The main thing to take away from Merc With A Mouth is that not every comic book needs ground-breaking art or, hell, even a cohesive story. Sometimes all you need is an infallible character and a heap of charisma to make a story work. It’s a fun, thrilling ride of fourth-wall-breaking goodness. While the banter between himself (and the voices in his head) and the other characters can feel repetitive and forced, the book relies on its story’s frequent change of scenery and need to make fun of itself to really carry the story. You won’t be blown away by it’s storyline or art, but you will be thoroughly amused and entertained.
General Reception: Merc With A Mouth is generally considered a good place to start for fans who would like to get to know more about Deadpool as a comic book character. While the Marvel: NOW! reboot is kinda of floating around with no real direction, this book has a definitive storyline that at least holds up true to the Deadpool character. However, a seasoned comic book fan can still pick up on the subtle references that newbies may not understand. I would recommend this book to anybody who would like to get into Deadpool or anybody who can read a comic book casually without the expectations of our anything too great.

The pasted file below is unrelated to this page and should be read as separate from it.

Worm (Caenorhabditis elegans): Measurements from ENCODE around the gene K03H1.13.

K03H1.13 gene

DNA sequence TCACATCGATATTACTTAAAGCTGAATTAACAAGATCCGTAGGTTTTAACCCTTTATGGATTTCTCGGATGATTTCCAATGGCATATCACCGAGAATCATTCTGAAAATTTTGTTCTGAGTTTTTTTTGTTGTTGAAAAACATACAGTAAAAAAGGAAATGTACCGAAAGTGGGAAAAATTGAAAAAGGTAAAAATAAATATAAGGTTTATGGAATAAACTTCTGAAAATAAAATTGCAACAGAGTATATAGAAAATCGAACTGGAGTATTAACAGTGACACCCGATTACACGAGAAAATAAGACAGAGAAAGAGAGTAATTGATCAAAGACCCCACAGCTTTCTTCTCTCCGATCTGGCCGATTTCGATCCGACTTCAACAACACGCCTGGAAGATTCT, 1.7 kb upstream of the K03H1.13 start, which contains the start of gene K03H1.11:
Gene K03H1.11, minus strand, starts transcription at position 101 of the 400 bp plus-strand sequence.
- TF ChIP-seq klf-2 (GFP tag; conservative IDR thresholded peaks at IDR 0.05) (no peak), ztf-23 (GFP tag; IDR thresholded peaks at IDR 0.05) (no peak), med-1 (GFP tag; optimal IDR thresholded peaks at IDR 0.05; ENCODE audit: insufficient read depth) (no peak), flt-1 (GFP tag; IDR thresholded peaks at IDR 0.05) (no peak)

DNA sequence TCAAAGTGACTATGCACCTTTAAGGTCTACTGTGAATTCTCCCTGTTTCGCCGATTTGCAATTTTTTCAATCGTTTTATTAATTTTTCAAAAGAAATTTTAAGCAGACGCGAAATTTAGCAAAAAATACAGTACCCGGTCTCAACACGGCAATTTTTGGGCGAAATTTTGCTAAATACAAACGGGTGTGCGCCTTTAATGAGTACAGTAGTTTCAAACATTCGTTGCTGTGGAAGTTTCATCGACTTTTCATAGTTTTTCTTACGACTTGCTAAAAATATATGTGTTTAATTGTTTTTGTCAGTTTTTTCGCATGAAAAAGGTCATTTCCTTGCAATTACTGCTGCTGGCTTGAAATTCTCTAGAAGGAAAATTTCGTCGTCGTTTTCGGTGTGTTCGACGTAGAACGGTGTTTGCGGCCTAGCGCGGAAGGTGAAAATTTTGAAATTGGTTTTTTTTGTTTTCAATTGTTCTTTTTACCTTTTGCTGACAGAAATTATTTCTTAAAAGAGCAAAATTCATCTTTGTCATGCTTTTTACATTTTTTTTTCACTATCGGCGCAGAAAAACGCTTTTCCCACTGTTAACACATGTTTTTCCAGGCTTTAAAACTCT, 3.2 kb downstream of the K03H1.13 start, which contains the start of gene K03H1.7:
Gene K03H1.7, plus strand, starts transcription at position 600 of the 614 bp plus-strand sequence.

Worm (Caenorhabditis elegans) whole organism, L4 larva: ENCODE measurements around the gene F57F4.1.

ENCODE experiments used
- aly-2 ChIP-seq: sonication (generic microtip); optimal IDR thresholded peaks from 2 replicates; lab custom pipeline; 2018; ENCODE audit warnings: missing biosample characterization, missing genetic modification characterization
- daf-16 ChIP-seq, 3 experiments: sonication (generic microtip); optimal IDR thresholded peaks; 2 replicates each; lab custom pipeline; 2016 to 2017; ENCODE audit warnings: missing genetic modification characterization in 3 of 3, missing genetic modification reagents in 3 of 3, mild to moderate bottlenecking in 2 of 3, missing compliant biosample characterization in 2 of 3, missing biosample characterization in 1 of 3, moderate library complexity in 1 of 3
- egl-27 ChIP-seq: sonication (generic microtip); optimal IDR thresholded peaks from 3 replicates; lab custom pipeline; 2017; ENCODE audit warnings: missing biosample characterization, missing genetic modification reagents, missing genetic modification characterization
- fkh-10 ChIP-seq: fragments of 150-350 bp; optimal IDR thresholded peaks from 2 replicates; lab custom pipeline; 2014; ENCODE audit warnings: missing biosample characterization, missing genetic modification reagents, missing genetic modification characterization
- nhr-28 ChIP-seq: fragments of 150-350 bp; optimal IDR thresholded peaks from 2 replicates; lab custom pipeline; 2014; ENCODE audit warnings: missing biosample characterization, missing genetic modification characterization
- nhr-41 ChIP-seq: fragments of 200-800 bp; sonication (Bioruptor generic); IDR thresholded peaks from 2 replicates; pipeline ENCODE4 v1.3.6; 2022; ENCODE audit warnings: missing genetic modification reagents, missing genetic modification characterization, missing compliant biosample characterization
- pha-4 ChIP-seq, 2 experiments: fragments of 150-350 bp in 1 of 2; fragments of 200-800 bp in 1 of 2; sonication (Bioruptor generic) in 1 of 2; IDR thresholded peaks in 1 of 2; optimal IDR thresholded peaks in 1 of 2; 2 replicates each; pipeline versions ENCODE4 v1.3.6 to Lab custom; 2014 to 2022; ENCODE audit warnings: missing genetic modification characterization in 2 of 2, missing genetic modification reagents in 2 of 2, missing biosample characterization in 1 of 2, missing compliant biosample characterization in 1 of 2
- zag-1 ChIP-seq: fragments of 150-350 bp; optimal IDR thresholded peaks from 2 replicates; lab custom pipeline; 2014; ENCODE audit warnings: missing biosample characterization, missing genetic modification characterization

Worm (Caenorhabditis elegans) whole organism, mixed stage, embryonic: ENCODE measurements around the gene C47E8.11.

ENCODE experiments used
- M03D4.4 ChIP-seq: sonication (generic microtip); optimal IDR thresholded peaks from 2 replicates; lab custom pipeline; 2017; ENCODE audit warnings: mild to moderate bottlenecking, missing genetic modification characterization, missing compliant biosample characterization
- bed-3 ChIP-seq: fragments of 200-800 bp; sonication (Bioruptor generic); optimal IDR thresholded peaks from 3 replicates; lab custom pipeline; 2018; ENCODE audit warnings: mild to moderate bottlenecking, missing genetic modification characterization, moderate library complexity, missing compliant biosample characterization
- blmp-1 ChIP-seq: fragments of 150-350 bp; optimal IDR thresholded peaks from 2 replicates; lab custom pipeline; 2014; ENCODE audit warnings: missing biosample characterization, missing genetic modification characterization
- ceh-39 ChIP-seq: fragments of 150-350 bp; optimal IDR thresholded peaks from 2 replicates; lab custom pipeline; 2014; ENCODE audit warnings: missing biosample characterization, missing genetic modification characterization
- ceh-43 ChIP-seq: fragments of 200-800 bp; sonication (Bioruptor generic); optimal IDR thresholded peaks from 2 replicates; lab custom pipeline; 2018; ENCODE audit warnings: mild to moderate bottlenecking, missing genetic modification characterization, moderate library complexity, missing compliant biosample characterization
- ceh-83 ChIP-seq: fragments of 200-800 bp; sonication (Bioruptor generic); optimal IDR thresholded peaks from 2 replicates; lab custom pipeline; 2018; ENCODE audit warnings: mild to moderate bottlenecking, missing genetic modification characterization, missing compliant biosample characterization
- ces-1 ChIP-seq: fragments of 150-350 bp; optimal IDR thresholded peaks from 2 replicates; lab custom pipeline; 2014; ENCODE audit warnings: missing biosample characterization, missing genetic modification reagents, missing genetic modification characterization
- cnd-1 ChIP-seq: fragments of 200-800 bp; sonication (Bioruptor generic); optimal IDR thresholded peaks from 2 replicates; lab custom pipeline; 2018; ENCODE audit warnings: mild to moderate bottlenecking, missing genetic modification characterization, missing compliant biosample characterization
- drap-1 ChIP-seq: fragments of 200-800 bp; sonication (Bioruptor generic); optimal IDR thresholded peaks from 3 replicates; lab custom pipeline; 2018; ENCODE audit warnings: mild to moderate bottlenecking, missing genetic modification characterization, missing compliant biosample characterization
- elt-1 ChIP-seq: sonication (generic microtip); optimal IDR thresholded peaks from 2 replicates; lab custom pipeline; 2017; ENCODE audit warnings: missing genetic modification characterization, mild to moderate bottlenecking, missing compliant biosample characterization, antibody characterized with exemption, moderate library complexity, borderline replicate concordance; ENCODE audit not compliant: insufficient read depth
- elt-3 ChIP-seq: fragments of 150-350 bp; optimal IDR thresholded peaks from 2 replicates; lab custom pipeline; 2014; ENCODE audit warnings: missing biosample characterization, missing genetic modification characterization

Related Books: Right after Merc With A Mouth ends, the Deadpool Corps storyline begins, comprised up of multiple Deadpools to save the word from Skrulls and other ridiculous baddies.
More by the writer: Victor Gischler returns to write the first two Deadpool Corps’ collected editions. He also writes the first 26 issues of the 2010 X-Men series.
More by the artist: There’s not too much out there by Bong Dazo, but his two favorite subjects to draw are Star Wars and Deadpool,
*Screenshots taken directly from comic book using Comixology app.
Written by Sherif Elkhatib